I want to provide an update on my story about Mexico’s presidential election, which takes place today, July 1. It seems this election is as much a referendum on democracy and the openness of the Mexican political system itself as it is about any one candidate.
After 12 years of struggle to move Mexico forward under the National Action Party (PAN), the party with a stranglehold on power for the previous 70 years–the Institutional Revolutionary Party (PRI)–seems on the verge of a return. Polls indicate PRI’s candidate Enrique Pena Nieto has a sizable lead over Party of the Democratic Revolution’s (PRD) Andres Manuel Lopez Obrador, with Josefina Vazquez Mota of PAN a distant third. Pena Nieto has little political experience but well-established family ties to the old guard. Yet he maintains he represents a new PRI eager to embrace democratic ideals.
Many fear what voting the PRI back into power might mean. Its reign was associated with corruption, discrimination, and violence. Some Mexicans fought for years, decades even, to loosen its iron grip on government. And this is the group the people want back in power? As the Christian Science Monitor puts it, “So it comes as a surprise to some that after 12 years with the PAN in power, Mexicans are supporting the party they once feared they’d never be able to vote out.”
Two factors seem to be contributing to PRI’s potential return: 1) frustration and disappointment with lack of change and progress under PAN, and 2) the continued influence of PRI in Mexican politics, even when not holding high office. PAN promised improved conditions for the country’s poor, and to finally curb the dominance of drug cartels. It has achieved neither one of these promises with very little economic growth and little sign the government is gaining any ground in the drug war. Simply put, PAN promised things would be better with them in power and didn’t deliver.
PRI’s front-standing position is also evidence that their control runs deep. Pena Nieto has spoken out in favor of much-needed energy reform. PAN tried to push through similar reform but were blocked from doing so by PRI interests.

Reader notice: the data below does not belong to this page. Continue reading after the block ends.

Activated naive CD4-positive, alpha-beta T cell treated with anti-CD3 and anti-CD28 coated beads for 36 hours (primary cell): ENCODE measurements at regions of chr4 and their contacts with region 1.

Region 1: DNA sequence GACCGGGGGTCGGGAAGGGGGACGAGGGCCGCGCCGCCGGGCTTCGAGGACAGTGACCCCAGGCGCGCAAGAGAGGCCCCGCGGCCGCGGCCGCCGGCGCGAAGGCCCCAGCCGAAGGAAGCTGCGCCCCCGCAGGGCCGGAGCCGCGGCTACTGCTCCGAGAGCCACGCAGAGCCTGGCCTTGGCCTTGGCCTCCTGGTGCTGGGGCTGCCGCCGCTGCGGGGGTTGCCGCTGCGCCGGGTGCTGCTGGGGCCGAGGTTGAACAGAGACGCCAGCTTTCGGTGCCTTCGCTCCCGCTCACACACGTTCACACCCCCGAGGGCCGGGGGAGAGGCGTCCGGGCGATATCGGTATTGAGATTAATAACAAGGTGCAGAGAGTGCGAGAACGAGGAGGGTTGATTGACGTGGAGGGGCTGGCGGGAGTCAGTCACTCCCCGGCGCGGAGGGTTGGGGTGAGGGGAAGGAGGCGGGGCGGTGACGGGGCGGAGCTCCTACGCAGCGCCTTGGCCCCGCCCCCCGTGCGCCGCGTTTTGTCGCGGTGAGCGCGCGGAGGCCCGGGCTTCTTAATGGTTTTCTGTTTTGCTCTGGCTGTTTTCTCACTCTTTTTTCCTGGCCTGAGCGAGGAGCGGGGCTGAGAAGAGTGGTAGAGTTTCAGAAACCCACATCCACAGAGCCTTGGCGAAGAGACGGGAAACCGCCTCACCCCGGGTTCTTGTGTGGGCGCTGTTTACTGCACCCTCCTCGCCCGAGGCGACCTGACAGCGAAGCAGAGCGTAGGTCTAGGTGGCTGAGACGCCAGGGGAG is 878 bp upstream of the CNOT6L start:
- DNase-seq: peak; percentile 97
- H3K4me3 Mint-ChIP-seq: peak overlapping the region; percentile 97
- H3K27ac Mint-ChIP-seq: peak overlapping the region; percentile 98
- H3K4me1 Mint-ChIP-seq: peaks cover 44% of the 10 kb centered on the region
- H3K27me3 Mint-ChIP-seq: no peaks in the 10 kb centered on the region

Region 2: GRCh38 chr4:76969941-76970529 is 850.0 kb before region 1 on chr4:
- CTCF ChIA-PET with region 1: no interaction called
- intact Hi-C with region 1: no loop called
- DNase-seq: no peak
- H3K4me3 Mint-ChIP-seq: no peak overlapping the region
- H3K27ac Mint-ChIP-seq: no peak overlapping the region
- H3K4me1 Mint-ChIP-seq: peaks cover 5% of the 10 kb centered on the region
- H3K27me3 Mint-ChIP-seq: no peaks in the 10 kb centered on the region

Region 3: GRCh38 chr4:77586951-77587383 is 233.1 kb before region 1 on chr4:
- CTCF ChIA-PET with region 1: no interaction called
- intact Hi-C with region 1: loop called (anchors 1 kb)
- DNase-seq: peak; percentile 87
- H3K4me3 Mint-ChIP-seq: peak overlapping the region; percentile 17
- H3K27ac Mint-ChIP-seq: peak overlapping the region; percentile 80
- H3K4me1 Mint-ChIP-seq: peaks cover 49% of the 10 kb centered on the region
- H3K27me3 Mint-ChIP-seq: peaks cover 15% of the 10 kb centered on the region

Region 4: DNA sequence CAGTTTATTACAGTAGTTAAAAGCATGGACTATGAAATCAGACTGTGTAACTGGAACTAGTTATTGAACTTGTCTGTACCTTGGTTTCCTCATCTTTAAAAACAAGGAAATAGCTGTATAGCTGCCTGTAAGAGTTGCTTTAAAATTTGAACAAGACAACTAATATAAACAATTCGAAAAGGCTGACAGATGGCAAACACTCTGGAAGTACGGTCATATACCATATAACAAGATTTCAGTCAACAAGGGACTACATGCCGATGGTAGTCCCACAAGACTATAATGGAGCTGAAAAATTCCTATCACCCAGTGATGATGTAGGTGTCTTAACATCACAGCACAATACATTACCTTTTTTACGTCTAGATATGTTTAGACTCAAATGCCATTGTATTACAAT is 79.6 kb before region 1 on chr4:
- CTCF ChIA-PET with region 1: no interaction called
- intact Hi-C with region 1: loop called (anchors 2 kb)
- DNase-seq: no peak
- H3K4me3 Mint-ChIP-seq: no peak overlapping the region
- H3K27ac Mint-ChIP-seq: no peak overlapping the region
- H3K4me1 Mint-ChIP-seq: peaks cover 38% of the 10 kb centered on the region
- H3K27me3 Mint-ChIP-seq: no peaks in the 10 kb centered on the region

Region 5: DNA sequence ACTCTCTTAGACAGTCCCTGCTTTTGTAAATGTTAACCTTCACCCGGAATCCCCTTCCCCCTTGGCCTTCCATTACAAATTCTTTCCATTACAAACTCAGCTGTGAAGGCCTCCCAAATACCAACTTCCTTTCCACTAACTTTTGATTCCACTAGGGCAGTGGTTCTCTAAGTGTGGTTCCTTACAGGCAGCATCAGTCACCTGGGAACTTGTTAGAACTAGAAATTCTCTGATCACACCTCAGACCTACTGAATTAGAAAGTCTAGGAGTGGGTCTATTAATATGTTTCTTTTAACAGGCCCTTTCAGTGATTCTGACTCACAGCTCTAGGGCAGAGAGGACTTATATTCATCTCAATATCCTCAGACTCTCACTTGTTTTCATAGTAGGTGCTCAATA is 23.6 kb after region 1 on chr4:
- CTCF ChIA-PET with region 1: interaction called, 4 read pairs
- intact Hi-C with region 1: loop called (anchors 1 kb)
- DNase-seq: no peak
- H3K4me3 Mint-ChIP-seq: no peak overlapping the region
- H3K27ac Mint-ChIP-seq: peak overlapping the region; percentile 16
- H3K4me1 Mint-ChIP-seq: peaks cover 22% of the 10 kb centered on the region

Interestingly, the exact same scenario may be playing out in Paraguay for the exact same reasons. In the wake of the impeachment of (now former) President Fernando Lugo (which I covered earlier this week), some believe the Colorado Party–which ruled uncontested for 60 years until 2008–is on the verge of regaining power when the presidential election is held next year. Why would Paraguayans bring back the group they fought hard to kick out? As in Mexico, there is frustration with the lack of change/improvement by the opposition and the continued control exerted by old guard power brokers. (Note that on June 30 South America’s two premier regional alliances, UNASUR and MERCOSUR, suspended Paraguay’s membership “until a democratic process allows for popular sovereignty to be restored,” as stated by Argentina President Cristina Fernandez de Kirchner).
CSM makes the point that presidents in countries such as Bolivia, Ecuador, and Venezuela took a firm stand against the old undemocratic party structure. Now the power of that old guard has been swept away. Not so in Mexico and Paraguay. “Nobody should be surprised that the PRI is coming back to Mexico,” according to Michael Shifter of Inter-American Dialogue (a U.S.-based research group), “the party apparatus didn’t break down.”
If Pena Nieto wins, I hope he is being sincere when he proclaims he leads the new democratic PRI. I also hope that Mexicans know what they might be getting themselves into if they elect him.